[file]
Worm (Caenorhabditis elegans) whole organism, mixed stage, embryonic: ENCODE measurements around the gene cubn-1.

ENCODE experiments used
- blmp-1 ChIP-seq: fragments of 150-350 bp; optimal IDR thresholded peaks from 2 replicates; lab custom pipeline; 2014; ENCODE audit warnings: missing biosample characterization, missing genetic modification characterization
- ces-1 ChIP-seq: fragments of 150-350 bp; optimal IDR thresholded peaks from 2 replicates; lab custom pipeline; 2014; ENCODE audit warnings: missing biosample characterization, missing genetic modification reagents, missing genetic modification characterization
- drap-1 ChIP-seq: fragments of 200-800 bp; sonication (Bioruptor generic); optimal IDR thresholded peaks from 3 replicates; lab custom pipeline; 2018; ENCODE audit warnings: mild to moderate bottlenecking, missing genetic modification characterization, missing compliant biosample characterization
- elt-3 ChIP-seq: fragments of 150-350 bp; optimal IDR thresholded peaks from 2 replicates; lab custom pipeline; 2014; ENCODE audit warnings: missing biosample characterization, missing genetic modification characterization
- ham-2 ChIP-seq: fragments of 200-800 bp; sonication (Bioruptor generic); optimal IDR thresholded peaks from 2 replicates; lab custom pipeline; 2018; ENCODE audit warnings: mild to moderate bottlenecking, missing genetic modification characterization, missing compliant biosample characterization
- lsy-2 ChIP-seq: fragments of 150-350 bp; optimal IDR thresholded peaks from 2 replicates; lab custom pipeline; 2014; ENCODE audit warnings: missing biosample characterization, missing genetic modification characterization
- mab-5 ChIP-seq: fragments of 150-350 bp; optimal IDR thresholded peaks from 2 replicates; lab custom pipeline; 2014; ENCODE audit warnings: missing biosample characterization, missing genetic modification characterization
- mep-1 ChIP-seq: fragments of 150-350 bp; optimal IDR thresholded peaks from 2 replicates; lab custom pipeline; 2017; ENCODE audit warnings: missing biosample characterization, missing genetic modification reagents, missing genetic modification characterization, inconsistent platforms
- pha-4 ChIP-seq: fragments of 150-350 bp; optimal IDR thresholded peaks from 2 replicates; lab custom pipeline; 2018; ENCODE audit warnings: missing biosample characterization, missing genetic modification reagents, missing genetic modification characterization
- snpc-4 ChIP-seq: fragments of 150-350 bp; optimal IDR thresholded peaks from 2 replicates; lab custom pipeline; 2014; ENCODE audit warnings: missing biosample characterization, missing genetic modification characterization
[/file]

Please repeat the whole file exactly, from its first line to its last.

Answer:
Worm (Caenorhabditis elegans) whole organism, mixed stage, embryonic: ENCODE measurements around the gene cubn-1.

ENCODE experiments used
- blmp-1 ChIP-seq: fragments of 150-350 bp; optimal IDR thresholded peaks from 2 replicates; lab custom pipeline; 2014; ENCODE audit warnings: missing biosample characterization, missing genetic modification characterization
- ces-1 ChIP-seq: fragments of 150-350 bp; optimal IDR thresholded peaks from 2 replicates; lab custom pipeline; 2014; ENCODE audit warnings: missing biosample characterization, missing genetic modification reagents, missing genetic modification characterization
- drap-1 ChIP-seq: fragments of 200-800 bp; sonication (Bioruptor generic); optimal IDR thresholded peaks from 3 replicates; lab custom pipeline; 2018; ENCODE audit warnings: mild to moderate bottlenecking, missing genetic modification characterization, missing compliant biosample characterization
- elt-3 ChIP-seq: fragments of 150-350 bp; optimal IDR thresholded peaks from 2 replicates; lab custom pipeline; 2014; ENCODE audit warnings: missing biosample characterization, missing genetic modification characterization
- ham-2 ChIP-seq: fragments of 200-800 bp; sonication (Bioruptor generic); optimal IDR thresholded peaks from 2 replicates; lab custom pipeline; 2018; ENCODE audit warnings: mild to moderate bottlenecking, missing genetic modification characterization, missing compliant biosample characterization
- lsy-2 ChIP-seq: fragments of 150-350 bp; optimal IDR thresholded peaks from 2 replicates; lab custom pipeline; 2014; ENCODE audit warnings: missing biosample characterization, missing genetic modification characterization
- mab-5 ChIP-seq: fragments of 150-350 bp; optimal IDR thresholded peaks from 2 replicates; lab custom pipeline; 2014; ENCODE audit warnings: missing biosample characterization, missing genetic modification characterization
- mep-1 ChIP-seq: fragments of 150-350 bp; optimal IDR thresholded peaks from 2 replicates; lab custom pipeline; 2017; ENCODE audit warnings: missing biosample characterization, missing genetic modification reagents, missing genetic modification characterization, inconsistent platforms
- pha-4 ChIP-seq: fragments of 150-350 bp; optimal IDR thresholded peaks from 2 replicates; lab custom pipeline; 2018; ENCODE audit warnings: missing biosample characterization, missing genetic modification reagents, missing genetic modification characterization
- snpc-4 ChIP-seq: fragments of 150-350 bp; optimal IDR thresholded peaks from 2 replicates; lab custom pipeline; 2014; ENCODE audit warnings: missing biosample characterization, missing genetic modification characterization